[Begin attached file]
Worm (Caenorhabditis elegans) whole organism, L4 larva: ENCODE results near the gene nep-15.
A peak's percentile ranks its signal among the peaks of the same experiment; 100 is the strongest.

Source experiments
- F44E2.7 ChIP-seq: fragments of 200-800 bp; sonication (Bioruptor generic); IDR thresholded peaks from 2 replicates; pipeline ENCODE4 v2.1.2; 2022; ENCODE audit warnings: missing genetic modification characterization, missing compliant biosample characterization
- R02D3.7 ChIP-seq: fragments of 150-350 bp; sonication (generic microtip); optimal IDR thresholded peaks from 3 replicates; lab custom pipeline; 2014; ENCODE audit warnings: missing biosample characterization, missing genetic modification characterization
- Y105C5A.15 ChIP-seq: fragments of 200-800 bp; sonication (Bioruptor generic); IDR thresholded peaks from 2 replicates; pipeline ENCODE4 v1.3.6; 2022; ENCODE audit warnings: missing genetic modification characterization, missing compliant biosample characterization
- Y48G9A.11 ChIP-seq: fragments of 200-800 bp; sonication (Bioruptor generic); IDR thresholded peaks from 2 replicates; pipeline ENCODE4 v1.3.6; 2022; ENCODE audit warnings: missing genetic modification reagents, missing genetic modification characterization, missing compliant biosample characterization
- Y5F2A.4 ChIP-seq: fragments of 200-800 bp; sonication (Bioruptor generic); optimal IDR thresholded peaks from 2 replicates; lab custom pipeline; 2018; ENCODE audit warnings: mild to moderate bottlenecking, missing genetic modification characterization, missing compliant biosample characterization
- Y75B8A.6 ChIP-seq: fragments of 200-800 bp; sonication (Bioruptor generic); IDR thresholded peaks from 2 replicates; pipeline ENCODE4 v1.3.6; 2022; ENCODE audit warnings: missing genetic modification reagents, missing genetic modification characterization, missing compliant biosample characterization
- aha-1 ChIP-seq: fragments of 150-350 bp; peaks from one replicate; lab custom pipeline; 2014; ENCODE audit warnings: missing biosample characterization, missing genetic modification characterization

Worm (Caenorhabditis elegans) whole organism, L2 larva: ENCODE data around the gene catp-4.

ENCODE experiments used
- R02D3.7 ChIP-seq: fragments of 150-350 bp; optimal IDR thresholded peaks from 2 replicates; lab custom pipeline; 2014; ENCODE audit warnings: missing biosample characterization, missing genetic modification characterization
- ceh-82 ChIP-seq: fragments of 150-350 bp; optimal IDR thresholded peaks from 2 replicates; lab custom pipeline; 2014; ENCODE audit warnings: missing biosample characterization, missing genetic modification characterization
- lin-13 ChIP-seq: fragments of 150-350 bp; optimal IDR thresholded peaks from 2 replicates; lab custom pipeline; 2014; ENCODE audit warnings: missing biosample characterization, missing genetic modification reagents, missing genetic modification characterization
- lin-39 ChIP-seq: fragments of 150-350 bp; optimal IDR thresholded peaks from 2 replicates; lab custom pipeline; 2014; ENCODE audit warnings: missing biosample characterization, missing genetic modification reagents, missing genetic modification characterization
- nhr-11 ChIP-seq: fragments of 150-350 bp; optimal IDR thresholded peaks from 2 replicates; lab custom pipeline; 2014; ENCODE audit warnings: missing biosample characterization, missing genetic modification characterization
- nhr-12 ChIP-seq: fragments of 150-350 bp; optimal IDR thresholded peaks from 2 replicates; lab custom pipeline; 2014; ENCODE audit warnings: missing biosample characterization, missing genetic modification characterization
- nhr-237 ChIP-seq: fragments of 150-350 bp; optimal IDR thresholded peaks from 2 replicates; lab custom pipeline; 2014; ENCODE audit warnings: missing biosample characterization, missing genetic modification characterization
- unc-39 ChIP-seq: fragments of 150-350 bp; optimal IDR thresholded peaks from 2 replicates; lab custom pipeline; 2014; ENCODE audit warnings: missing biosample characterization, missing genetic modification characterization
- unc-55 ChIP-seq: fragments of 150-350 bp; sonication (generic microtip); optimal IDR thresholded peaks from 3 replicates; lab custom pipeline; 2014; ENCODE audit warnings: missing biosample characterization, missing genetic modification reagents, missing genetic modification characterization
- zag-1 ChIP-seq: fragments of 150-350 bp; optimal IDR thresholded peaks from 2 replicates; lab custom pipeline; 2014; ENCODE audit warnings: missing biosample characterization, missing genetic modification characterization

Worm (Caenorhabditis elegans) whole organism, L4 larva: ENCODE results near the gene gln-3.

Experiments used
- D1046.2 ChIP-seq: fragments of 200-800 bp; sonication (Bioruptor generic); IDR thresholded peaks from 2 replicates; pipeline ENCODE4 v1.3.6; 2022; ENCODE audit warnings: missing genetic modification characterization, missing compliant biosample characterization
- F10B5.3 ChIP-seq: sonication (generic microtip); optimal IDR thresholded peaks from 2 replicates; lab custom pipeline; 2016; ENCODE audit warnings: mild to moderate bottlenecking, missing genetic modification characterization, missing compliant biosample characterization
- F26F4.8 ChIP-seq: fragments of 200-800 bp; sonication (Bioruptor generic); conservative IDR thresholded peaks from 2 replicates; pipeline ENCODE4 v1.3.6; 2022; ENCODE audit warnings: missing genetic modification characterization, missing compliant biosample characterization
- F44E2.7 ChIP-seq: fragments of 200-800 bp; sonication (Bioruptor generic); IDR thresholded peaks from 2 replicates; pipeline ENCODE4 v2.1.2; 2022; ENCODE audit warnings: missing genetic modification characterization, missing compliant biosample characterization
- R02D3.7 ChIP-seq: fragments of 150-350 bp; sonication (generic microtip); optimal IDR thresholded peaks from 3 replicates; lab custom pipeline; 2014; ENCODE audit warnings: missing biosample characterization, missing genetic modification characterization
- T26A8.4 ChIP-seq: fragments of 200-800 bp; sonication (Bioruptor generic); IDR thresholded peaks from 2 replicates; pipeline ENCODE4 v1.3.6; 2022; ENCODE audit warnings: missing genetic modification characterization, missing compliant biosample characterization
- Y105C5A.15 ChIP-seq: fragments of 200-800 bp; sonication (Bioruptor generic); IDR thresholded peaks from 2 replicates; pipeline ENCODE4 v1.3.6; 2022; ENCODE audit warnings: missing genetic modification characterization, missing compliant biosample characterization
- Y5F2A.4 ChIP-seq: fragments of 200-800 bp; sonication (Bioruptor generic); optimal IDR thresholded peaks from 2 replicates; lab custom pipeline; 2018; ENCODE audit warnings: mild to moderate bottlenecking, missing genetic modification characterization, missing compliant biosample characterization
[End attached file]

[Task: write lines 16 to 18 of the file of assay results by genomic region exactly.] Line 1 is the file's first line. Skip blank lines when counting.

- lin-39 ChIP-seq: fragments of 150-350 bp; optimal IDR thresholded peaks from 2 replicates; lab custom pipeline; 2014; ENCODE audit warnings: missing biosample characterization, missing genetic modification reagents, missing genetic modification characterization
- nhr-11 ChIP-seq: fragments of 150-350 bp; optimal IDR thresholded peaks from 2 replicates; lab custom pipeline; 2014; ENCODE audit warnings: missing biosample characterization, missing genetic modification characterization
- nhr-12 ChIP-seq: fragments of 150-350 bp; optimal IDR thresholded peaks from 2 replicates; lab custom pipeline; 2014; ENCODE audit warnings: missing biosample characterization, missing genetic modification characterization